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Respiratory Infections: Ventilator-Associated Pneumonia and Healthcare-Associated Pneumonia


Respiratory infections represent a growing challenge for pulmonologists and intensivists. Along with changes in the epidemiology of respiratory infections, the microbiology of these infections continues to evolve. Classically, infections were segregated into those that were nosocomial in origin and those that arose outside the hospital. The theory was that this distinction captured the discordance in pathogens between syndromes, such as traditional community-acquired pneumonia (CAP) and hospital-acquired pneumonia (HAP). With the diffusion of healthcare technology and delivery beyond the hospital, along with increasing rates of antibiotic-resistant pathogens in the community, this approach has been modified. At present, the American Thoracic Society and the Infectious Diseases Society of America recognize 3 (not 2) pneumonia respiratory infection syndromes.[1] Traditional HAP remains unchanged, and within this, one finds ventilator-associated pneumonia (VAP). In order to address the impact of the diffusion of healthcare delivery and the increased frequency of resistant pathogens, such as methicillin-resistant Staphylococcus aureus (MRSA) and Pseudomonas aeruginosa (PA) in infections that present to the hospital, a new concept was created: healthcare-associated pneumonia (HCAP).[1] The purpose of HCAP is to identify a cohort of patients presenting to the hospital who nonetheless face an increased risk for respiratory infection with organisms, such as MRSA and PA. This abstract session at CHEST 2008 dealt with new research into VAP and HCAP.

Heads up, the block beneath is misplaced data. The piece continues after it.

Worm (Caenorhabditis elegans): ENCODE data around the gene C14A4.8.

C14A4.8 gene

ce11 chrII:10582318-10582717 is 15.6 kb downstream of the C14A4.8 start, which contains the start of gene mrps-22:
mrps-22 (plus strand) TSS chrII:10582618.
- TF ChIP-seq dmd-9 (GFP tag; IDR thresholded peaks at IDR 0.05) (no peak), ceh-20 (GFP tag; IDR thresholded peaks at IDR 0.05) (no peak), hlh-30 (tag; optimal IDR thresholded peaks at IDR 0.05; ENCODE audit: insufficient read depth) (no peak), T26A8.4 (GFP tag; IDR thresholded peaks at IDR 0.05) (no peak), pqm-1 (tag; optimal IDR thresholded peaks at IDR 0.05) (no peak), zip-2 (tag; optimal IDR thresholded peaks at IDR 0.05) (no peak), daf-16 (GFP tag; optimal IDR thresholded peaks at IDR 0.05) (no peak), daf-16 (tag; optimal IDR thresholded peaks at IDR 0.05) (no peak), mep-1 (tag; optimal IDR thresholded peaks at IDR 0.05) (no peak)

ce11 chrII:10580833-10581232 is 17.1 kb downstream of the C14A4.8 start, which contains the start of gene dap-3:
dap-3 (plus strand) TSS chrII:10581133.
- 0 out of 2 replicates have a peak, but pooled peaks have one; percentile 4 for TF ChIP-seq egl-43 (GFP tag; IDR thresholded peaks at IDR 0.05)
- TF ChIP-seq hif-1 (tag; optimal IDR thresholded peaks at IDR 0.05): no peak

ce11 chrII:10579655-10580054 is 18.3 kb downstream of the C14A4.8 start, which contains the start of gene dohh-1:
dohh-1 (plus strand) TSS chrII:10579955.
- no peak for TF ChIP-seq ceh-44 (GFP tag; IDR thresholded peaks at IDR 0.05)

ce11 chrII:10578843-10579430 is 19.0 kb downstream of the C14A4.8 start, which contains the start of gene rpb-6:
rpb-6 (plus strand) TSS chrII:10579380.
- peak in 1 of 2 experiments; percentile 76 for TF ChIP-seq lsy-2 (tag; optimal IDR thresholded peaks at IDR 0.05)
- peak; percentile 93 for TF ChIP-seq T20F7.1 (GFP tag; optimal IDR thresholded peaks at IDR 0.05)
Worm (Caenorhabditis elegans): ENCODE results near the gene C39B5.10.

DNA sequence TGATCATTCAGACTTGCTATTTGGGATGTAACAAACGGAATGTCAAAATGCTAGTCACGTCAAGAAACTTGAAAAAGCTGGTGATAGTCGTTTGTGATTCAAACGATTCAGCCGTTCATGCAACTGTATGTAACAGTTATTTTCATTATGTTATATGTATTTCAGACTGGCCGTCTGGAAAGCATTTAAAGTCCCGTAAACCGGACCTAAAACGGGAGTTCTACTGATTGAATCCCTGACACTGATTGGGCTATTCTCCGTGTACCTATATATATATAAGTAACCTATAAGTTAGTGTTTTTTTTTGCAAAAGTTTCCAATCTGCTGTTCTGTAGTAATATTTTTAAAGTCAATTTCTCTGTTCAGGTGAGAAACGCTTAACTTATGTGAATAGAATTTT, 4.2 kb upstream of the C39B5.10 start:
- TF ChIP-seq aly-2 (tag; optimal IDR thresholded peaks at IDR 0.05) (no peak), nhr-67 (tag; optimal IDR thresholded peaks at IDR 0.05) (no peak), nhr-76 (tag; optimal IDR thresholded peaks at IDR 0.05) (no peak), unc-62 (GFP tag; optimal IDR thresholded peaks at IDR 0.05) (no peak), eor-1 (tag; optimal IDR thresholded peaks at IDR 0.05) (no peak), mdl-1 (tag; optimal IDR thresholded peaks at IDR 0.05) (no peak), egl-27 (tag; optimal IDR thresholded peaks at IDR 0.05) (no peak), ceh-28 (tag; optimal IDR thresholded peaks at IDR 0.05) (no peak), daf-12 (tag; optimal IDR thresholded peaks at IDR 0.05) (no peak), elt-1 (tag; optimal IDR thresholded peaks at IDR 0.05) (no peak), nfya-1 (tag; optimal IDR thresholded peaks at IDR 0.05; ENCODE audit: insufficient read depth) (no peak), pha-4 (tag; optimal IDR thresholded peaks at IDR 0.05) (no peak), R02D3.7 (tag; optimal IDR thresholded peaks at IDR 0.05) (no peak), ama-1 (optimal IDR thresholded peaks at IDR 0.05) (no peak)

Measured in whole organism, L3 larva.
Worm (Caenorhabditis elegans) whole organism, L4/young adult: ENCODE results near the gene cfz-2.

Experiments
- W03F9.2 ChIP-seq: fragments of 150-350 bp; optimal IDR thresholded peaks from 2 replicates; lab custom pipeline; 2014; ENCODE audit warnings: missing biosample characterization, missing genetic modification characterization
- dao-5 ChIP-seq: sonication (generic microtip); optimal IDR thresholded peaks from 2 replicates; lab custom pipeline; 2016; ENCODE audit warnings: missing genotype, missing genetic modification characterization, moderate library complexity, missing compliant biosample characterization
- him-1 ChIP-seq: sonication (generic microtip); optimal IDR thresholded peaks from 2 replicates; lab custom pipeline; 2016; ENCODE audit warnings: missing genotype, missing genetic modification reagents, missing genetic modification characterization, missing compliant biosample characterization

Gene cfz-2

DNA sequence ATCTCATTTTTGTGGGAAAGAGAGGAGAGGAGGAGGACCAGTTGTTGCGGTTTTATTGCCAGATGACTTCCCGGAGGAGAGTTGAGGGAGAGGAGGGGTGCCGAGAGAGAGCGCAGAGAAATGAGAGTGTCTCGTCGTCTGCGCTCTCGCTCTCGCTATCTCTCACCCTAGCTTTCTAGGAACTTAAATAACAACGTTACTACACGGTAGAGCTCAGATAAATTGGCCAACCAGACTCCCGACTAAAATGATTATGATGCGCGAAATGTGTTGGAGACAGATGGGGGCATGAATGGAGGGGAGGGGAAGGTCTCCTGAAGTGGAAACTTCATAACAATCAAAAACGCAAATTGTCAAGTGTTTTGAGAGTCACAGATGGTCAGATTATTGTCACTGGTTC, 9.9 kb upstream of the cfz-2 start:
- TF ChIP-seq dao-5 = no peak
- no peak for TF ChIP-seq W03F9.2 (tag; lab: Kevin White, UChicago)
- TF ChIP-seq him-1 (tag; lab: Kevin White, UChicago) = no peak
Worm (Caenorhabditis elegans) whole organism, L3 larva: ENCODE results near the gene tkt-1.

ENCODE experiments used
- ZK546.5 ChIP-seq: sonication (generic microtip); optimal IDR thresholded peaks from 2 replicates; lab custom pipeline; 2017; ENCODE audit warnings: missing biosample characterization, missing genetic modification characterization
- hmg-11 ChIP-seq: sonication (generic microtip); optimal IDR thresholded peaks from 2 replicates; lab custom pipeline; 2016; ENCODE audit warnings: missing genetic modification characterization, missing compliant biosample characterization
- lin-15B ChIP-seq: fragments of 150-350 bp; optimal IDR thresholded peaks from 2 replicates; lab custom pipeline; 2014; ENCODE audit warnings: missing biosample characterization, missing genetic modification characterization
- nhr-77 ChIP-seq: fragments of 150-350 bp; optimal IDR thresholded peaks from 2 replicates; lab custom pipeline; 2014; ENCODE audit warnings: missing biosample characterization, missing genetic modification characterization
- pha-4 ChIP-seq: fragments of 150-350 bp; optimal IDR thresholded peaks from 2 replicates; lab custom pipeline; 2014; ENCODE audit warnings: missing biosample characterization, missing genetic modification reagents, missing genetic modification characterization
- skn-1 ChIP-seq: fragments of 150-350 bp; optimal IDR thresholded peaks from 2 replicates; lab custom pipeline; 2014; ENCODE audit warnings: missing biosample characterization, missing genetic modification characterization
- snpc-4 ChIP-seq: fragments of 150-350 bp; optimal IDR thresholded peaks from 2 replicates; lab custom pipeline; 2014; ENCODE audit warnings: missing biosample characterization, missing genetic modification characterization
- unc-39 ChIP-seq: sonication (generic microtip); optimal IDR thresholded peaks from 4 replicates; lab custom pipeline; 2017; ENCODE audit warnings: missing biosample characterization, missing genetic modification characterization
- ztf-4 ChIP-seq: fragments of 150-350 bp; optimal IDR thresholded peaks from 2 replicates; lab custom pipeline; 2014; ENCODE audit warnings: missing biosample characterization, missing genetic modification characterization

The initial presentations focused on issues in the diagnosis of VAP. The diagnosis of VAP has always been challenging given the nonspecific signs and symptoms associated with this condition.[1] In addition, chest x-rays can be notoriously difficult to interpret in ventilated patients, particularly those with underlying acute lung injury. Because of this, many efforts have been made to develop both sensitive and specific biomarkers for the diagnosis of VAP. In Europe both C-reactive protein and procalcitonin have been studied and are employed by some.[2] However, their true diagnostic sensitivity and specificity have not been adequately evaluated. Soluble triggering receptor on myeloid cells (s-TREM) represents a novel and promising biomarker for the diagnosis of VAP. s-TREM is upregulated in the presence of infection with both bacteria and fungi. In an early study of s-TREM, Gibot and colleagues[3] reported that measurement of s-TREM on bronchoalveolar lavage (BAL) fluid had excellent sensitivity and specificity compared with BAL cultures.